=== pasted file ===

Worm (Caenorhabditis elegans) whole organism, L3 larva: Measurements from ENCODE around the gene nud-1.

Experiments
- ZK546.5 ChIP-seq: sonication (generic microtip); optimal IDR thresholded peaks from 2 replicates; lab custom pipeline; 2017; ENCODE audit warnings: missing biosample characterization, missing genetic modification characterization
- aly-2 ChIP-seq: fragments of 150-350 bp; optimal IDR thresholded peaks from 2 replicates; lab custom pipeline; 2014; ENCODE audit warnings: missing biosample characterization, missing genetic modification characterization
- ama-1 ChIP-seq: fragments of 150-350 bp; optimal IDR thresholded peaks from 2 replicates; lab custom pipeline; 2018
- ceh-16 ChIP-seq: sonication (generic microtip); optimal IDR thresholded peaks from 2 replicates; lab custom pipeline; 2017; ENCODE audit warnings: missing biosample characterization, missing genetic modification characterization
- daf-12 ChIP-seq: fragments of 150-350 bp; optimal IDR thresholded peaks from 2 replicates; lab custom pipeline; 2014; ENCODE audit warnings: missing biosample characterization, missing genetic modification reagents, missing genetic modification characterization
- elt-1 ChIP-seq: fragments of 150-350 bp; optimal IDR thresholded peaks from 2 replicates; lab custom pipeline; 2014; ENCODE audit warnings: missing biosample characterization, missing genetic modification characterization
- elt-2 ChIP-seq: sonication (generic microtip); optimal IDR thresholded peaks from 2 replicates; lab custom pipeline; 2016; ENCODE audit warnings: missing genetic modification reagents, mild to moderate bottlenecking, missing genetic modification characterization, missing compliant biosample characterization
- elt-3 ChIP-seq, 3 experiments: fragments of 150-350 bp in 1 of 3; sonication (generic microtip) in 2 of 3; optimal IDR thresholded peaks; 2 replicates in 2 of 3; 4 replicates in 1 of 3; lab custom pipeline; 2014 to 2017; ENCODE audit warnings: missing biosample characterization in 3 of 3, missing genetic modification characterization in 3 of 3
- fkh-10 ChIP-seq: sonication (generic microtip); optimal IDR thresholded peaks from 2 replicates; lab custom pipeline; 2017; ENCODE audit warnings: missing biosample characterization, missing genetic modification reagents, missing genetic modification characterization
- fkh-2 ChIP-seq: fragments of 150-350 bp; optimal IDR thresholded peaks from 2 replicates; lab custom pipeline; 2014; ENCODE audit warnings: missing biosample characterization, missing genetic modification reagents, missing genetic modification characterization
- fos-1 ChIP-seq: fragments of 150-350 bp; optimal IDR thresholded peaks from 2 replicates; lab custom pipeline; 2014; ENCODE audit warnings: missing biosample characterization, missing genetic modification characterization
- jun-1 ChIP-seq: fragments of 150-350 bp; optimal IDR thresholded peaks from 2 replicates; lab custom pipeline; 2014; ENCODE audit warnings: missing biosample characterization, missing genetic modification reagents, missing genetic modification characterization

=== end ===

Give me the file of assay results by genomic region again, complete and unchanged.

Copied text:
Worm (Caenorhabditis elegans) whole organism, L3 larva: Measurements from ENCODE around the gene nud-1.

Experiments
- ZK546.5 ChIP-seq: sonication (generic microtip); optimal IDR thresholded peaks from 2 replicates; lab custom pipeline; 2017; ENCODE audit warnings: missing biosample characterization, missing genetic modification characterization
- aly-2 ChIP-seq: fragments of 150-350 bp; optimal IDR thresholded peaks from 2 replicates; lab custom pipeline; 2014; ENCODE audit warnings: missing biosample characterization, missing genetic modification characterization
- ama-1 ChIP-seq: fragments of 150-350 bp; optimal IDR thresholded peaks from 2 replicates; lab custom pipeline; 2018
- ceh-16 ChIP-seq: sonication (generic microtip); optimal IDR thresholded peaks from 2 replicates; lab custom pipeline; 2017; ENCODE audit warnings: missing biosample characterization, missing genetic modification characterization
- daf-12 ChIP-seq: fragments of 150-350 bp; optimal IDR thresholded peaks from 2 replicates; lab custom pipeline; 2014; ENCODE audit warnings: missing biosample characterization, missing genetic modification reagents, missing genetic modification characterization
- elt-1 ChIP-seq: fragments of 150-350 bp; optimal IDR thresholded peaks from 2 replicates; lab custom pipeline; 2014; ENCODE audit warnings: missing biosample characterization, missing genetic modification characterization
- elt-2 ChIP-seq: sonication (generic microtip); optimal IDR thresholded peaks from 2 replicates; lab custom pipeline; 2016; ENCODE audit warnings: missing genetic modification reagents, mild to moderate bottlenecking, missing genetic modification characterization, missing compliant biosample characterization
- elt-3 ChIP-seq, 3 experiments: fragments of 150-350 bp in 1 of 3; sonication (generic microtip) in 2 of 3; optimal IDR thresholded peaks; 2 replicates in 2 of 3; 4 replicates in 1 of 3; lab custom pipeline; 2014 to 2017; ENCODE audit warnings: missing biosample characterization in 3 of 3, missing genetic modification characterization in 3 of 3
- fkh-10 ChIP-seq: sonication (generic microtip); optimal IDR thresholded peaks from 2 replicates; lab custom pipeline; 2017; ENCODE audit warnings: missing biosample characterization, missing genetic modification reagents, missing genetic modification characterization
- fkh-2 ChIP-seq: fragments of 150-350 bp; optimal IDR thresholded peaks from 2 replicates; lab custom pipeline; 2014; ENCODE audit warnings: missing biosample characterization, missing genetic modification reagents, missing genetic modification characterization
- fos-1 ChIP-seq: fragments of 150-350 bp; optimal IDR thresholded peaks from 2 replicates; lab custom pipeline; 2014; ENCODE audit warnings: missing biosample characterization, missing genetic modification characterization
- jun-1 ChIP-seq: fragments of 150-350 bp; optimal IDR thresholded peaks from 2 replicates; lab custom pipeline; 2014; ENCODE audit warnings: missing biosample characterization, missing genetic modification reagents, missing genetic modification characterization